And I but I was intrigued with the prospect of walking you know, being in invited into a family that was an abject crisis as a result of loving somebody that was being you know, completely sucked under by addiction and mental health and lifestyle and all these things are just watching that family wreckage. I immediately thought you know, family systems, Small Business Systems corporate systems crisis, as it relates to my field, which is addiction, mental health and lifestyle that became that was the birth of my my first company real life intervention solutions.

And so all these many years later flipped many chapters down the way I evolved it, I’ve evolved into a consultancy, and today I work with high net or ultra high net worth family systems, individuals generational, you know, wealth issues, that are in crisis, as a result of lack of communication, distributions, setting up trusts, estate planning, succession planning, all of it, because you’ve got this cast of characters called a family. Yeah, you know, and it can be a work family, it can be otherwise but that is enormously challenged.

When one link in that system is completely unlinked. I mean, it’s like, it can be epically bad and it can be PR bad it can be life threatening bad it can be, you know, Stock Exchange bad that’s, you know, epic. So that’s how I evolved into it. And, you know, one case led to nine led to, you know, I’m probably in the somewhere in the 1000s at this point. But I love it, and this is where I am and I work in that space. So, that was a big question. I hope I He answered it for you.

 

Damon Pistulka  05:01

This this is cool. This is cool, because, yeah, you’ve been you’ve been at this a while. So let’s cover a couple things. So first of all, you you wrote a book a while back, I believe how the field model of intervention what what kind of inspired you to write a book about intervention?

 

Jane Mintz  05:19

Well, you know, it that’s, that’s an interesting question to the field model of intervention was never published, I could have self published or done other things with it. But I, when I looked into the industry after coming out of really an intense academia, you know, clinical, all that training. And I saw that other people like me, we’re not licensed, we’re not very clinically savvy, they were 12 Step savvy, they knew how to sort of bottom line somebody into treatment, crack them over their knees, strapped into the hood of the car. And after treatment, they go, and I saw a lot. So a lot more trauma being foisted on people.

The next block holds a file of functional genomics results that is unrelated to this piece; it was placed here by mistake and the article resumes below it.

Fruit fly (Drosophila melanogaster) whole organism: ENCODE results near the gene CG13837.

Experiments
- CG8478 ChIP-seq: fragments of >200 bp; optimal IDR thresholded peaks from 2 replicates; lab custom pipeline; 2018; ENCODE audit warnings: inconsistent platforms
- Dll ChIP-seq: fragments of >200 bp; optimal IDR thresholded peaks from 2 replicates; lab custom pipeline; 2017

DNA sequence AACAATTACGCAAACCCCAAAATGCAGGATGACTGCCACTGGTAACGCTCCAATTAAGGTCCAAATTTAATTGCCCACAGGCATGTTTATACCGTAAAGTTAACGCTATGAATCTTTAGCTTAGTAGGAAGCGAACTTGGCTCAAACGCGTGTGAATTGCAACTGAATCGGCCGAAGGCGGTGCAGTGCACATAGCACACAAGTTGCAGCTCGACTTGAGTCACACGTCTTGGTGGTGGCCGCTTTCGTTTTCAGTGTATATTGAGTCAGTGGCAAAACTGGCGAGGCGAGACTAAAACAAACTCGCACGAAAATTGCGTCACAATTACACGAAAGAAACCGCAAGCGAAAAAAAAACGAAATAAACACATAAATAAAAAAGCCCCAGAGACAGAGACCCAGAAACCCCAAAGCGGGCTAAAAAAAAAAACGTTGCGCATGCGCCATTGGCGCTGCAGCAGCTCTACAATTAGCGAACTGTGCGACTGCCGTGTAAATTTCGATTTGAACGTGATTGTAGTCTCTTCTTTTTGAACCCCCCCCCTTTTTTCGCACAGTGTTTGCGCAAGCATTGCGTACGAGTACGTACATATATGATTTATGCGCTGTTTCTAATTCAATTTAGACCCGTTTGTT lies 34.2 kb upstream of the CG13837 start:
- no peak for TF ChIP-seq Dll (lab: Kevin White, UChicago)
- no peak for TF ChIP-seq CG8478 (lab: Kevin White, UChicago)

While ultimately they got health, many people don’t get over the resentment. And so and so when you look at the population of people that are in crisis, if you need somebody to come in, it’s bad. I mean, it’s bad. But if you don’t have any clinical training, you’re not prepared for what you see on the other end.

And, you know, a speak and and if you don’t do this, we’re going to do that to you. If you don’t do this, we’re going to take this away from you. If you don’t do this, we’re going to XYZ and that was really the that wasn’t a very loving way to get somebody into treatment, or care of some sort. Yeah, care. Yeah. So what I decided to do was to train interventionists in clinical issues as they pertain to this population in crisis.

And so the field model of intervention, which I wrote in 2009, and then redrafted in 2013, became a way for non clinicians to get a really good handle on why some of these clients are in crisis. What’s behind it, what’s the motivating force, and most importantly, is to give them some idea if they’re in their scope, or out of their scope. Anybody that is, it’s a personal, very personally and ethically offensive to me, when somebody comes in and tells a family that they can do something, and they have no foundation for that.

So I tried to help. Many, many people actually understand what’s underneath crisis, what’s underneath the meltdown, what’s underneath the disintegration, the de you know, the compensation of this individual. So I helped to create a little bit more informed lay environment out there, I still would recommend that people work with clinicians that are that have many, many years in crisis in the field. And, you know, we can talk about that, too. But that was a good question, Damon?